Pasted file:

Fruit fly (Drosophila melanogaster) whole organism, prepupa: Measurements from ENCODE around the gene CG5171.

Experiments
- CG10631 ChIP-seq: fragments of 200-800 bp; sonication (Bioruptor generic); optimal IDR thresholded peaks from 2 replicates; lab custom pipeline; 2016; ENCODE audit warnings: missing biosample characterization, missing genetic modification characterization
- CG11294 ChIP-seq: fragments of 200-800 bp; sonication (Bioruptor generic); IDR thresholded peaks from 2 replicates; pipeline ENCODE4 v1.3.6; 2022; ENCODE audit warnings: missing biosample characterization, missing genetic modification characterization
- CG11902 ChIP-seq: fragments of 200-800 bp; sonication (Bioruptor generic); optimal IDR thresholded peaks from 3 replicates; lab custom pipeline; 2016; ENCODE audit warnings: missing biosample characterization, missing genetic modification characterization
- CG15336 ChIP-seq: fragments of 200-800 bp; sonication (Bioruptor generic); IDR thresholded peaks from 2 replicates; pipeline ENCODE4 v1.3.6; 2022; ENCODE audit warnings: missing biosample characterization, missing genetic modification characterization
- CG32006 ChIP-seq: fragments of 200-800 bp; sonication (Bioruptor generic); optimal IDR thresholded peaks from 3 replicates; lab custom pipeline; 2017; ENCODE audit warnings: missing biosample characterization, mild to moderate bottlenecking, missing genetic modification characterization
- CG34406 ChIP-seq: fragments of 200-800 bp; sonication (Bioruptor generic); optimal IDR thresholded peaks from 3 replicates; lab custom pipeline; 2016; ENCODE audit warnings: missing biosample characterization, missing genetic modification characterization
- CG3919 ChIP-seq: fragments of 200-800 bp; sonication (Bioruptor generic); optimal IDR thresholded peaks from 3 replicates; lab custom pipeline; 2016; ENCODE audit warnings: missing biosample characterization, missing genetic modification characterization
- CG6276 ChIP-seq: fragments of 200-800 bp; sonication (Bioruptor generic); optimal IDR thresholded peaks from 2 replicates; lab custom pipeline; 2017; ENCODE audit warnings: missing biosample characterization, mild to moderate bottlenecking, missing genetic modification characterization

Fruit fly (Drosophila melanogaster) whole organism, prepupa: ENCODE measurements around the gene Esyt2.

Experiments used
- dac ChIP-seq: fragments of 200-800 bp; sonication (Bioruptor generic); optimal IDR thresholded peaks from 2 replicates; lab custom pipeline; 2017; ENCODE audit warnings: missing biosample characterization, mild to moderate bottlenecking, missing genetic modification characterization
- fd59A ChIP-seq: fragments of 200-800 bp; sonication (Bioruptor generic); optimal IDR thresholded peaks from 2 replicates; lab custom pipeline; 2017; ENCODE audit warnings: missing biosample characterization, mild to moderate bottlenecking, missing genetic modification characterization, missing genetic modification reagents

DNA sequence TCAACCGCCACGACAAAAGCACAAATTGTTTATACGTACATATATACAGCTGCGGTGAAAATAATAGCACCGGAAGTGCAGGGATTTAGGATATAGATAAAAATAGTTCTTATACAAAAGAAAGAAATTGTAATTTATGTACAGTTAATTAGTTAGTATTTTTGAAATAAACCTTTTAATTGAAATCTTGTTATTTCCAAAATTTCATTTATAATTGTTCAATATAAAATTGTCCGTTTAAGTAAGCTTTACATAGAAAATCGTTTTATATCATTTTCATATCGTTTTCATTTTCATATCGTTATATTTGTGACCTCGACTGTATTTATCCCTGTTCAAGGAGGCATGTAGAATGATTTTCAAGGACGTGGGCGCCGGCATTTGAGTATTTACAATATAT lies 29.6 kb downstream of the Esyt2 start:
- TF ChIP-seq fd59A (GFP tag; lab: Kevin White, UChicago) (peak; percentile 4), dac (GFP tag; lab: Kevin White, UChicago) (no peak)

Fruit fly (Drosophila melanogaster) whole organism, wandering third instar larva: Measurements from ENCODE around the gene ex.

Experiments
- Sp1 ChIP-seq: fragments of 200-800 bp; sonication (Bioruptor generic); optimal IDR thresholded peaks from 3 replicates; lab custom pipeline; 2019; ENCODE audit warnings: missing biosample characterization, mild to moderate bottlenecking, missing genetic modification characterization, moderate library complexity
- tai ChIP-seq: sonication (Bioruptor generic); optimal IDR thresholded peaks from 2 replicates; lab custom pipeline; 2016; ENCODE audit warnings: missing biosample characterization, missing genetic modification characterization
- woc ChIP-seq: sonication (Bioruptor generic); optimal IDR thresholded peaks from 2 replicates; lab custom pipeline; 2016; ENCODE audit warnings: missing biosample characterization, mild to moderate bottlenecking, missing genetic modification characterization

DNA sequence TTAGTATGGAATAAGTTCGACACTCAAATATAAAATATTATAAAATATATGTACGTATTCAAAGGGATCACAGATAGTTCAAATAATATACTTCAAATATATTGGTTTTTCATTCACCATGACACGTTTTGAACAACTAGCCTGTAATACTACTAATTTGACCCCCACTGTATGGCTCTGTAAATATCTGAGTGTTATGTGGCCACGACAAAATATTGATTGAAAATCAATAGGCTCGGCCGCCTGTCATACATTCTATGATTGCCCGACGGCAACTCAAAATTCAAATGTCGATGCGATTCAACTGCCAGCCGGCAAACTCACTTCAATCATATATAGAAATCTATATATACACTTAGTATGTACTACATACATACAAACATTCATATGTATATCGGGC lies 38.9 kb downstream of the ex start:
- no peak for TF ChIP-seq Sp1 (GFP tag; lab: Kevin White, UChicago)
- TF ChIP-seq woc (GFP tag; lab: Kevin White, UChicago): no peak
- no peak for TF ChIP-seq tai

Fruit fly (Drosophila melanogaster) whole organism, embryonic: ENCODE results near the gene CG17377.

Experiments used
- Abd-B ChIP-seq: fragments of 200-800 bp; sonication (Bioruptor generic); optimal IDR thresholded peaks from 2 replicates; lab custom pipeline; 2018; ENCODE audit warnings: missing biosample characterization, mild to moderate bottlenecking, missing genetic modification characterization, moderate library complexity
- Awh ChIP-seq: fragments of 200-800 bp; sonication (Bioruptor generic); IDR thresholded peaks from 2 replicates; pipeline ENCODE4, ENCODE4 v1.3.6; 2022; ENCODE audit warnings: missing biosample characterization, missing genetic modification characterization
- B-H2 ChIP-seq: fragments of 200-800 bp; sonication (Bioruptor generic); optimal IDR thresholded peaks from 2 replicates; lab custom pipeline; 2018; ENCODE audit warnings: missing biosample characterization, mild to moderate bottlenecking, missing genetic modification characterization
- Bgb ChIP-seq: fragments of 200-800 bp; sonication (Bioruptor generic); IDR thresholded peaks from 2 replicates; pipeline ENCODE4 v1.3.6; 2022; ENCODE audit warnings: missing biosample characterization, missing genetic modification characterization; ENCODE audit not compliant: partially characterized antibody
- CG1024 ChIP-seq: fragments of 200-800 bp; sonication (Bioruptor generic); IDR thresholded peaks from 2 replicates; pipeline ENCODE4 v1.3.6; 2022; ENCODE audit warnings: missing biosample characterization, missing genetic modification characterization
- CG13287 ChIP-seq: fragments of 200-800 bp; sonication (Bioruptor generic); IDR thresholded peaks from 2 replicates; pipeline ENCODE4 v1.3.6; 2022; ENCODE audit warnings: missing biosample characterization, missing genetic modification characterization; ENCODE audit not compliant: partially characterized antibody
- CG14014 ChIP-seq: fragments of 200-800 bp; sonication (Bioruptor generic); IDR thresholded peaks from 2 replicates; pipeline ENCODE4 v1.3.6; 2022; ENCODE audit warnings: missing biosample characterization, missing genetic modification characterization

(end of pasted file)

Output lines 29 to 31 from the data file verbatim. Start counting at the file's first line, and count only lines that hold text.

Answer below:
- Awh ChIP-seq: fragments of 200-800 bp; sonication (Bioruptor generic); IDR thresholded peaks from 2 replicates; pipeline ENCODE4, ENCODE4 v1.3.6; 2022; ENCODE audit warnings: missing biosample characterization, missing genetic modification characterization
- B-H2 ChIP-seq: fragments of 200-800 bp; sonication (Bioruptor generic); optimal IDR thresholded peaks from 2 replicates; lab custom pipeline; 2018; ENCODE audit warnings: missing biosample characterization, mild to moderate bottlenecking, missing genetic modification characterization
- Bgb ChIP-seq: fragments of 200-800 bp; sonication (Bioruptor generic); IDR thresholded peaks from 2 replicates; pipeline ENCODE4 v1.3.6; 2022; ENCODE audit warnings: missing biosample characterization, missing genetic modification characterization; ENCODE audit not compliant: partially characterized antibody